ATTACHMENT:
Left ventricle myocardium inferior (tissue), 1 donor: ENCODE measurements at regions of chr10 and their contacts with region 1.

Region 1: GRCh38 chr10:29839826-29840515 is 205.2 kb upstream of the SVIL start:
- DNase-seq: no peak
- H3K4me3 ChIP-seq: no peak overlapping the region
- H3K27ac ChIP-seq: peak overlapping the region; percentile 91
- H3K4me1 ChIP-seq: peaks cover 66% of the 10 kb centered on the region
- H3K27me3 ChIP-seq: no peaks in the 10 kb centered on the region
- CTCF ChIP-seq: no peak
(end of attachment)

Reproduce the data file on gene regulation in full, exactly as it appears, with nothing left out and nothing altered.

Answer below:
Left ventricle myocardium inferior (tissue), 1 donor: ENCODE measurements at regions of chr10 and their contacts with region 1.

Region 1: GRCh38 chr10:29839826-29840515 is 205.2 kb upstream of the SVIL start:
- DNase-seq: no peak
- H3K4me3 ChIP-seq: no peak overlapping the region
- H3K27ac ChIP-seq: peak overlapping the region; percentile 91
- H3K4me1 ChIP-seq: peaks cover 66% of the 10 kb centered on the region
- H3K27me3 ChIP-seq: no peaks in the 10 kb centered on the region
- CTCF ChIP-seq: no peak